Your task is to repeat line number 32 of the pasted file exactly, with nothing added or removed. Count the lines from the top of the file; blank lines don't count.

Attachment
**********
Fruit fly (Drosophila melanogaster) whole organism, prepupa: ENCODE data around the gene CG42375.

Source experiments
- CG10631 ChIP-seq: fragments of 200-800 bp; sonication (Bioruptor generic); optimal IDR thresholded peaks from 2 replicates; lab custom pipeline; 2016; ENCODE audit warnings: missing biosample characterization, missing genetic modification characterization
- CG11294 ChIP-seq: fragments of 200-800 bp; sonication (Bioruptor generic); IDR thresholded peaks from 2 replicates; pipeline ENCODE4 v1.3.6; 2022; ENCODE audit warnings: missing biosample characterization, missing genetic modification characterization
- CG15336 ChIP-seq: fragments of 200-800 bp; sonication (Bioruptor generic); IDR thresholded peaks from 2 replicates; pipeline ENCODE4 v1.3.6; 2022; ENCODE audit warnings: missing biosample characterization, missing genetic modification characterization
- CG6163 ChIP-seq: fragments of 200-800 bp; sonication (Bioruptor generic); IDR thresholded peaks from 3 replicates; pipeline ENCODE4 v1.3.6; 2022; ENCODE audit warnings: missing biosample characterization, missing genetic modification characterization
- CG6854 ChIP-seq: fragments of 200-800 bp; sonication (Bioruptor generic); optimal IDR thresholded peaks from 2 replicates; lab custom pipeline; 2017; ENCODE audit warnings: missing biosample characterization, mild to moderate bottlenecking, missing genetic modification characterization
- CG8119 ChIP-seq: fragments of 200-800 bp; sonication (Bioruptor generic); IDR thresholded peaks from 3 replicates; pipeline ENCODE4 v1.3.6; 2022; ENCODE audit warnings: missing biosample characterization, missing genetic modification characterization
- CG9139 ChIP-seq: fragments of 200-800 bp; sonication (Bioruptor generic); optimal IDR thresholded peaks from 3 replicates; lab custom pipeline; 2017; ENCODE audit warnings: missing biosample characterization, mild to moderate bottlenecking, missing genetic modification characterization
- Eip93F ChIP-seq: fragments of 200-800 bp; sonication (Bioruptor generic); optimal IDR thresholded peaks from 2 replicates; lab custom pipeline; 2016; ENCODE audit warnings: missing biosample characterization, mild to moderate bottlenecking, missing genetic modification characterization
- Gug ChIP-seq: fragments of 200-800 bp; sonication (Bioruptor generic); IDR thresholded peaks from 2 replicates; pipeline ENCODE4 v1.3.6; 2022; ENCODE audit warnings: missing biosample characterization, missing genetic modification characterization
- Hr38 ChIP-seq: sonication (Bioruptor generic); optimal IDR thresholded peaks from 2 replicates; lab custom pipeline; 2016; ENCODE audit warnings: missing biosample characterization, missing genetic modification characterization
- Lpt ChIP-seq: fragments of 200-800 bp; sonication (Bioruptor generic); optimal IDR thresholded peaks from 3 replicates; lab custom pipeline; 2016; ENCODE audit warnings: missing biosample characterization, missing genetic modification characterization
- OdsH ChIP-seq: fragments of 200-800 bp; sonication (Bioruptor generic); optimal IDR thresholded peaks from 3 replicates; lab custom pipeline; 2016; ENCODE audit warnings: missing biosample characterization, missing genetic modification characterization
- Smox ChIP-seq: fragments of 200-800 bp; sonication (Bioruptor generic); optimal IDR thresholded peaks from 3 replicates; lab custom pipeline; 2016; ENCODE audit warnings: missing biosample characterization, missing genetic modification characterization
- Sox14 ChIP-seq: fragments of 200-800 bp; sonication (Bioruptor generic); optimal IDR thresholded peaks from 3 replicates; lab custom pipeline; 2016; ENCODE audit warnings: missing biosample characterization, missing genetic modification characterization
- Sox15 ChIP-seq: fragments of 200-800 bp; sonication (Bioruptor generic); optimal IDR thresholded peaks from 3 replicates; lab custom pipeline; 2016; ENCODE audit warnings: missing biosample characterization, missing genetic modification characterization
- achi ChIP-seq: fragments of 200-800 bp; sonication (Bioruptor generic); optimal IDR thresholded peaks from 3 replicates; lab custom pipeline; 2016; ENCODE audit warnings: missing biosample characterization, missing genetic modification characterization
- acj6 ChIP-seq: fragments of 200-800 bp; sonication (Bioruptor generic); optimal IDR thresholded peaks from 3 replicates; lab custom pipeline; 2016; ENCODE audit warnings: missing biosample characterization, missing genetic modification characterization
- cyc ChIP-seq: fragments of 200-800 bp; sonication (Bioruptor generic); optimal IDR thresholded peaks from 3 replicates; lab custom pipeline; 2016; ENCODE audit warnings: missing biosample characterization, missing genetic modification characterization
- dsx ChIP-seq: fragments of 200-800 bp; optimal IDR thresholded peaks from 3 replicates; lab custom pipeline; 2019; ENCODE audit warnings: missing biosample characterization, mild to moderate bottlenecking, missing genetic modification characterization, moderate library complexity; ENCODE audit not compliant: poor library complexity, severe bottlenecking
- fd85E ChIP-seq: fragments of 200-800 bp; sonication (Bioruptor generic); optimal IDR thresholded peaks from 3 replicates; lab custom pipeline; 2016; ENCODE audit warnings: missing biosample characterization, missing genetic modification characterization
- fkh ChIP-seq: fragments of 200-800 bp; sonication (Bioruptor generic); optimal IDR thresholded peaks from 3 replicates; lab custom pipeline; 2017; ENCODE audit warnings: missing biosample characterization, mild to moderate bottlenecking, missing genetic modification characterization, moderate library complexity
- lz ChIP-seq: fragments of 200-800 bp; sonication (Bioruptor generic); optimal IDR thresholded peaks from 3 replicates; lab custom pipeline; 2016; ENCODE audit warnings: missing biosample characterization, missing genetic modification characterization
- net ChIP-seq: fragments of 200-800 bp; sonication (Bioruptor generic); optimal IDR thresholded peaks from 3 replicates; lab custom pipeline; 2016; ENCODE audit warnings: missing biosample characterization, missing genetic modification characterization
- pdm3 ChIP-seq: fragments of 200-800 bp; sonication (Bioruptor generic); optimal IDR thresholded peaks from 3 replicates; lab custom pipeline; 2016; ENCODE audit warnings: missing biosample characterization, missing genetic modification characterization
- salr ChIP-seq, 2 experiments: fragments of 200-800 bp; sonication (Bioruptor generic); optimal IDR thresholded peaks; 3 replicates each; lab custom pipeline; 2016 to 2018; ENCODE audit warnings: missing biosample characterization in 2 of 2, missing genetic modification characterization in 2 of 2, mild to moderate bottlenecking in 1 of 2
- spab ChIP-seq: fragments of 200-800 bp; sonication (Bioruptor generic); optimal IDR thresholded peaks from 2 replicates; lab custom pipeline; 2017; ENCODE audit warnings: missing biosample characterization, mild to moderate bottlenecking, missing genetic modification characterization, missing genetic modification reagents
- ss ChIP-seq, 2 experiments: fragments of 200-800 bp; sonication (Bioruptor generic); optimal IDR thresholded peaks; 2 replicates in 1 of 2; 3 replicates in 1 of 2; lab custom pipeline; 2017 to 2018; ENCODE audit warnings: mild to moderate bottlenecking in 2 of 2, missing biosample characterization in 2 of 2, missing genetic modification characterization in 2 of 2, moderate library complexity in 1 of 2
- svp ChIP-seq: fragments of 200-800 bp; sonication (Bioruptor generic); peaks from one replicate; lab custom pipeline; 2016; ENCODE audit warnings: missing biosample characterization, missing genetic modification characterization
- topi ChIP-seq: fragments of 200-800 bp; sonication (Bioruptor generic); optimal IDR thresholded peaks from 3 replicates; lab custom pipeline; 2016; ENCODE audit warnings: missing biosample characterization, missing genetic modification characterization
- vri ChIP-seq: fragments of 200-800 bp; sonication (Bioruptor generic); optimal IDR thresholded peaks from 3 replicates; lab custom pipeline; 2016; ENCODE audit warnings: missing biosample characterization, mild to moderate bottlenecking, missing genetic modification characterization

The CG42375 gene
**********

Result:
- vri ChIP-seq: fragments of 200-800 bp; sonication (Bioruptor generic); optimal IDR thresholded peaks from 3 replicates; lab custom pipeline; 2016; ENCODE audit warnings: missing biosample characterization, mild to moderate bottlenecking, missing genetic modification characterization